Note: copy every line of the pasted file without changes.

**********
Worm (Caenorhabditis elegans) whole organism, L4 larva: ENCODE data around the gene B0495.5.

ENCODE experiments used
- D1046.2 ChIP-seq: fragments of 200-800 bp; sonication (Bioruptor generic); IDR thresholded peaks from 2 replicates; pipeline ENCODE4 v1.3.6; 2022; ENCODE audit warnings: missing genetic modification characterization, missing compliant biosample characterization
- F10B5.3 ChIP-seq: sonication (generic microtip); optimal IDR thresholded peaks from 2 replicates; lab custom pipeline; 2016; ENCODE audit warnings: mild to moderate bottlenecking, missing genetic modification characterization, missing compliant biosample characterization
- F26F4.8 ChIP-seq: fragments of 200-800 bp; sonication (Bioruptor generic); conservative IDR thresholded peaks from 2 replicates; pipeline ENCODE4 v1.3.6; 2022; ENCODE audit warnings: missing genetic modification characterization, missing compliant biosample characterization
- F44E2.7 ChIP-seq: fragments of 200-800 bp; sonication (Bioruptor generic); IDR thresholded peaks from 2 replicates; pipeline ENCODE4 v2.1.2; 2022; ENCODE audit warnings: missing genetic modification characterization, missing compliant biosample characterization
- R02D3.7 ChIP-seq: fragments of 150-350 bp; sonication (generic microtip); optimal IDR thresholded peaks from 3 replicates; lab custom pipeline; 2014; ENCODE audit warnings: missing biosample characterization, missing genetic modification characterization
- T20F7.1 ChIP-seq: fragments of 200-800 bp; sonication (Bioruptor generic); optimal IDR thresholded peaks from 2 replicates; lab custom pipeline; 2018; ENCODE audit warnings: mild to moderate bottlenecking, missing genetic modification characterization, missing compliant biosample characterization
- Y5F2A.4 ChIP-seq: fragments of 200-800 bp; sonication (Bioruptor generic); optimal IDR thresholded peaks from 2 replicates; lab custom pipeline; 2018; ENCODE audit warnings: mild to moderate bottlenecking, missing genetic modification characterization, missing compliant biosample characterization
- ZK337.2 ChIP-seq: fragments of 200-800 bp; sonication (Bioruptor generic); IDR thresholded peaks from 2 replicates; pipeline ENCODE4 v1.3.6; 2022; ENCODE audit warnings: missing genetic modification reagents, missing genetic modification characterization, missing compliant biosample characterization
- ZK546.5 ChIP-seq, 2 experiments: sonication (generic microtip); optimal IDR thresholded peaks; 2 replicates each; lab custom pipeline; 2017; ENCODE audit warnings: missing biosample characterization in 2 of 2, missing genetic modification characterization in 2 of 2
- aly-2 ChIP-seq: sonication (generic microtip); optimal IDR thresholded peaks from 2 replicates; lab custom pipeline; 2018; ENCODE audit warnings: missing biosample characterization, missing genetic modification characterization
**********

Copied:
Worm (Caenorhabditis elegans) whole organism, L4 larva: ENCODE data around the gene B0495.5.

ENCODE experiments used
- D1046.2 ChIP-seq: fragments of 200-800 bp; sonication (Bioruptor generic); IDR thresholded peaks from 2 replicates; pipeline ENCODE4 v1.3.6; 2022; ENCODE audit warnings: missing genetic modification characterization, missing compliant biosample characterization
- F10B5.3 ChIP-seq: sonication (generic microtip); optimal IDR thresholded peaks from 2 replicates; lab custom pipeline; 2016; ENCODE audit warnings: mild to moderate bottlenecking, missing genetic modification characterization, missing compliant biosample characterization
- F26F4.8 ChIP-seq: fragments of 200-800 bp; sonication (Bioruptor generic); conservative IDR thresholded peaks from 2 replicates; pipeline ENCODE4 v1.3.6; 2022; ENCODE audit warnings: missing genetic modification characterization, missing compliant biosample characterization
- F44E2.7 ChIP-seq: fragments of 200-800 bp; sonication (Bioruptor generic); IDR thresholded peaks from 2 replicates; pipeline ENCODE4 v2.1.2; 2022; ENCODE audit warnings: missing genetic modification characterization, missing compliant biosample characterization
- R02D3.7 ChIP-seq: fragments of 150-350 bp; sonication (generic microtip); optimal IDR thresholded peaks from 3 replicates; lab custom pipeline; 2014; ENCODE audit warnings: missing biosample characterization, missing genetic modification characterization
- T20F7.1 ChIP-seq: fragments of 200-800 bp; sonication (Bioruptor generic); optimal IDR thresholded peaks from 2 replicates; lab custom pipeline; 2018; ENCODE audit warnings: mild to moderate bottlenecking, missing genetic modification characterization, missing compliant biosample characterization
- Y5F2A.4 ChIP-seq: fragments of 200-800 bp; sonication (Bioruptor generic); optimal IDR thresholded peaks from 2 replicates; lab custom pipeline; 2018; ENCODE audit warnings: mild to moderate bottlenecking, missing genetic modification characterization, missing compliant biosample characterization
- ZK337.2 ChIP-seq: fragments of 200-800 bp; sonication (Bioruptor generic); IDR thresholded peaks from 2 replicates; pipeline ENCODE4 v1.3.6; 2022; ENCODE audit warnings: missing genetic modification reagents, missing genetic modification characterization, missing compliant biosample characterization
- ZK546.5 ChIP-seq, 2 experiments: sonication (generic microtip); optimal IDR thresholded peaks; 2 replicates each; lab custom pipeline; 2017; ENCODE audit warnings: missing biosample characterization in 2 of 2, missing genetic modification characterization in 2 of 2
- aly-2 ChIP-seq: sonication (generic microtip); optimal IDR thresholded peaks from 2 replicates; lab custom pipeline; 2018; ENCODE audit warnings: missing biosample characterization, missing genetic modification characterization